Howard C. Stevenson: How to resolve racially stressful situations
Dr. Howard C. Stevenson's work involves developing culturally relevant, in-the-moment, strength-based measures and therapeutic interventions that teach emotional and racial literacy to families and youth. Full bio
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is the one to tell it."
we need a racial literacy
of racial threat in America.
represent the power
from each other as east is from west,
from Montgomery, Alabama.
with racial conflict
my sister Christy and I in church
seven days a week.
because of the color of our skin,
would get them back in the end.
approach was spiritual --
was a little different.
more relational --
violence and segregation,
to chase others out of hers.
to a foreign country.
and verbally deferential
somewhere, she walked.
with her cultural style.
are climbing the walls.
because she was worried about money
would interpret us as misbehaving
about their children being misjudged
would do something or say something
with our cultural style,
at the conveyor belt.
was to throw our food into the bag.
to tell them who they were,
by my mother, you haven't lived.
before a racial conflict
both of their strategies,
and the right way.
like a deer in the headlights,
in heedless, thoughtless anger.
we've got to know how to push,
of these two skills --
we are racially threatened,
and adults are older than they really are,
we convince ourselves
affection or protection.
moments are racial encounters,
that people will ever face.
that have led to some wrongful deaths
and African-Americans in this country,
and ask no questions.
the intensity of threat
from going on lockdown.
would get to come home from school
and fathers wouldn't have to cry.
negotiate 60-second encounters,
have these conversations,
the ability to read,
a racially stressful encounter.
when a racial moment happens
my tsunami interpretation of this moment
to a mountain-climbing experience,
to one that is much more doable
where I pretend, "That didn't bother me,"
where I exaggerate the moment.
how to read, recast and resolve
we call: "Calculate, locate, communicate,
on a scale of one to 10?"
in my body do I feel it?"
fifth-grade school said to me,
because I'm the only Native American.
are fighting with each other,
into my throat and choke me."
are coming in my mind?"
try breathing in
at the Racial Empowerment Collaborative,
to help youth manage their emotions
of my colleagues Loretta and John Jemmott,
of African-American barbershops,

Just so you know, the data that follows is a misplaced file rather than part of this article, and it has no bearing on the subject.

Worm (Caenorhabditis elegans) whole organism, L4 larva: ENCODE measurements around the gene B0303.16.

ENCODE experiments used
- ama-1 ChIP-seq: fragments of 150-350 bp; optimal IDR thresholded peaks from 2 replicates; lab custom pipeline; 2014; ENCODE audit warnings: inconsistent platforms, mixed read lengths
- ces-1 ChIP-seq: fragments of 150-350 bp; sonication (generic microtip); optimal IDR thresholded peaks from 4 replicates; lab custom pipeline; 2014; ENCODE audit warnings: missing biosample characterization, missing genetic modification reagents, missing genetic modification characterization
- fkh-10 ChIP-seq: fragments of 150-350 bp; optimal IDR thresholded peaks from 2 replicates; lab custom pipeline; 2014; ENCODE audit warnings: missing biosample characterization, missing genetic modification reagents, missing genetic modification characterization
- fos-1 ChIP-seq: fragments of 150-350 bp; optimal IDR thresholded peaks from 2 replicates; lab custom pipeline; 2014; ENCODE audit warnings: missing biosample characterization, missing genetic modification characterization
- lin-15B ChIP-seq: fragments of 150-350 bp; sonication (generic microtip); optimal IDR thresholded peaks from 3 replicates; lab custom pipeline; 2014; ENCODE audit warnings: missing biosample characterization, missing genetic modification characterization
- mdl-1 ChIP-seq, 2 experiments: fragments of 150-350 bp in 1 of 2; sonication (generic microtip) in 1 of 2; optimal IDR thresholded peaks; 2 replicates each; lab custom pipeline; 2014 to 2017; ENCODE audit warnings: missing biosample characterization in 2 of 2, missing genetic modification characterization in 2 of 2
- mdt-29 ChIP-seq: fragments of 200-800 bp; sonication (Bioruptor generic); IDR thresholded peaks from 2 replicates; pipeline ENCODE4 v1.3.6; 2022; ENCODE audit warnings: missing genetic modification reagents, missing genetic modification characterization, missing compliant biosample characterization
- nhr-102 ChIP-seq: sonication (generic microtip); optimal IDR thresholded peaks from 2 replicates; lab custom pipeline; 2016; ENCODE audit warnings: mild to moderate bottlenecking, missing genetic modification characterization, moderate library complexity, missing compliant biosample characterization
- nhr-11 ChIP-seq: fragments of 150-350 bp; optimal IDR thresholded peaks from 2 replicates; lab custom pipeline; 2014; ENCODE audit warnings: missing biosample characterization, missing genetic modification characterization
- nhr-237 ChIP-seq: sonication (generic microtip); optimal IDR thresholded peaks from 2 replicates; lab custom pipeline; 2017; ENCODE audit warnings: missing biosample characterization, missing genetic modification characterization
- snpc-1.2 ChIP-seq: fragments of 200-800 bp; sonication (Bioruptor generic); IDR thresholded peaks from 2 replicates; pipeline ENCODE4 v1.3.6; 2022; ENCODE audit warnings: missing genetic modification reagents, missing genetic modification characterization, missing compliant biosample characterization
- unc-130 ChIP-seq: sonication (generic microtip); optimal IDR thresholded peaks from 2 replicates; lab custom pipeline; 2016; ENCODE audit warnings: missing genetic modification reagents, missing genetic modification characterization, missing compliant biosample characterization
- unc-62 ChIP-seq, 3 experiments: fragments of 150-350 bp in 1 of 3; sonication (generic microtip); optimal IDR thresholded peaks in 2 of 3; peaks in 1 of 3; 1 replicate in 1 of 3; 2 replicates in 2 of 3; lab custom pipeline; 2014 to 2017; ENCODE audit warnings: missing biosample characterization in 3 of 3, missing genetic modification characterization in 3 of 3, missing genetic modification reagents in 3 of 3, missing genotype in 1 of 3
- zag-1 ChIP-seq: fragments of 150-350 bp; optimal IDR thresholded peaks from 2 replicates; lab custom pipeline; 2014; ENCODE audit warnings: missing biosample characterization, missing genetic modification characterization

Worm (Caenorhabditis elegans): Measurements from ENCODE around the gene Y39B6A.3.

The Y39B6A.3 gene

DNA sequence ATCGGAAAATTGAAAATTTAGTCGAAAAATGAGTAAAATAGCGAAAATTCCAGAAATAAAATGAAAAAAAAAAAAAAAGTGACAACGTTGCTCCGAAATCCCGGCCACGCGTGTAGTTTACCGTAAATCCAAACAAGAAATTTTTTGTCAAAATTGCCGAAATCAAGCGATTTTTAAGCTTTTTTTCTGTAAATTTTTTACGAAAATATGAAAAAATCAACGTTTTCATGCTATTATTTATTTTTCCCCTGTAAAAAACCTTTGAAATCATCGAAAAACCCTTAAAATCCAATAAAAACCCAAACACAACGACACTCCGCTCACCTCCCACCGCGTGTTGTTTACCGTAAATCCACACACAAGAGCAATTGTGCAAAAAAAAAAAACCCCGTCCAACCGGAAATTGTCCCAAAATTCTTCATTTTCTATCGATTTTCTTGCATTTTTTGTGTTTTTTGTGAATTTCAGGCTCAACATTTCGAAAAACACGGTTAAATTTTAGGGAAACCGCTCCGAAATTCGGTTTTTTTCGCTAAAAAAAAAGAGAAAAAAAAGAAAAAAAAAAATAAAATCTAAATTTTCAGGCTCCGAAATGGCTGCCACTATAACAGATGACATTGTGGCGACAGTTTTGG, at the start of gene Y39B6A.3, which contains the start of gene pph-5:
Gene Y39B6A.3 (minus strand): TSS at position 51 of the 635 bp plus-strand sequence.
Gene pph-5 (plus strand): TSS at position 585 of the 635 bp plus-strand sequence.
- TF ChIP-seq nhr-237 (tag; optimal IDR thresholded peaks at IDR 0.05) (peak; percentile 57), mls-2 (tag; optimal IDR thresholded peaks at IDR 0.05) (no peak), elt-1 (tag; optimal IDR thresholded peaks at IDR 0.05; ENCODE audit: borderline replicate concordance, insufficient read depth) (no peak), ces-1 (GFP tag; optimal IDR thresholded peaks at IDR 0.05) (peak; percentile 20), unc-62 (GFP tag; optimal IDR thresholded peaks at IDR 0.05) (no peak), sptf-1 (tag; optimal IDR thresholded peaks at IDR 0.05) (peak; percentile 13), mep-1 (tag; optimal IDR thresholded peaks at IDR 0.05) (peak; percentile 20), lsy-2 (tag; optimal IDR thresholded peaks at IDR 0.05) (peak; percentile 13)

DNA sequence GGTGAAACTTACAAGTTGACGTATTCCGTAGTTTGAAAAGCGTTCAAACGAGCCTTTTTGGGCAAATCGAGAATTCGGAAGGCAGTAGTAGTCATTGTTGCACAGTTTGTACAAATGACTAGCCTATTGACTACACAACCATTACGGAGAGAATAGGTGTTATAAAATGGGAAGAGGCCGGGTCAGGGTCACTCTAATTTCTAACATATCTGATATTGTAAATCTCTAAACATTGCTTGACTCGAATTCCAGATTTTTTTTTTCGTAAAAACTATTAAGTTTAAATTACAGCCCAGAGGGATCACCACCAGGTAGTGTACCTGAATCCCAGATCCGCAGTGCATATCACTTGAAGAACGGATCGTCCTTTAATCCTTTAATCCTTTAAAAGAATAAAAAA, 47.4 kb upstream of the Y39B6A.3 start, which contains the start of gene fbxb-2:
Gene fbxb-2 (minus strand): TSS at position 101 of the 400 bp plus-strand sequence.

to be health educators in two areas:
in their partner relationships;
their cultural style
to 18- to 24-year-old men
stressful moments in the classroom.
parents and their children separately
to problem-solve daily microaggressions.
with our children can be healing,
are saying, "Practice?
to talk about how that happened.
that the world will misjudge them.
and I were folding laundry,
is such a rare occurrence,
strange was going to happen.
of George Zimmerman.
and I was not prepared.
and hunt down and kill
come out of my mouth was,
there are people
and children, too --
you can do about that.
or something like that,
because I'm scared of you."
You've got to be careful.
can disrespect you.
you don't look like you're ..."
that "You don't look right,
to disrespect you."
people -- can wear a hoodie,
when you said "other people,"
disrespected like that?
I was so awkward in the beginning,
my rhythm and my groove,
and issues of discrimination,
or you're a criminal because you're black,
it doesn't matter who does it.
at a swimming pool with a friend
that he was able to talk about it;
of Trayvon's parents
George Zimmerman's parents,
they say about him?
felt that he was justified
to follow a black kid,
leg was shaking uncontrollably
I could see somebody chasing Julian,
that could come out of my mouth
to bother my child ...
to bother my child ...
HS: I'm gonna get 'em.
because they might have weapons.
call police, too, like I should.
you can't just go chasing people.
an army or something.
go get 'em, messing with my son.
will think about you.
you're beautiful and handsome,
and handsome and smart.
and smart as you want to be.
what parents teach their children.
to what their parents teach.
shows up in a room?
their tsunami interpretation
and just decision in 60 seconds?
relationships around race
communicate, breathe and exhale
with our lesser selves.
minds and souls --
minds and souls affects our health --
gun control for our hearts.
want for their children
our children as your children,
from our stories,
are full of affection and protection,
that the lion's story will never be known
is the one to tell it.
ABOUT THE SPEAKERHoward C. Stevenson - Racial literacy leader
Dr. Howard C. Stevenson's work involves developing culturally relevant, in-the-moment, strength-based measures and therapeutic interventions that teach emotional and racial literacy to families and youth.
Why you should listen
With more than 29 years experience working as a clinical and consulting psychologist in low-income rural and urban neighborhoods across the country, Howard C. Stevenson is now Director of the Racial Empowerment Collaborative (REC). The REC is a research, program development and training center that brings together community leaders, researchers, authority figures, families and youth to study and promote racial literacy and health in schools and neighborhoods.
Stevenson is currently the Constance Clayton Professor of Urban Education and Professor of Africana Studies at the University of Pennsylvania’s Graduate School of Education. He has written numerous peer-reviewed publications, and he is the author of the teaching book Promoting Racial Literacy in Schools. His research publications and clinical work have been funded by the W.T. Grant Foundation, Annenberg Foundation and the National Institutes of Mental Health and Child Health and Human Development.
Howard C. Stevenson | Speaker | TED.com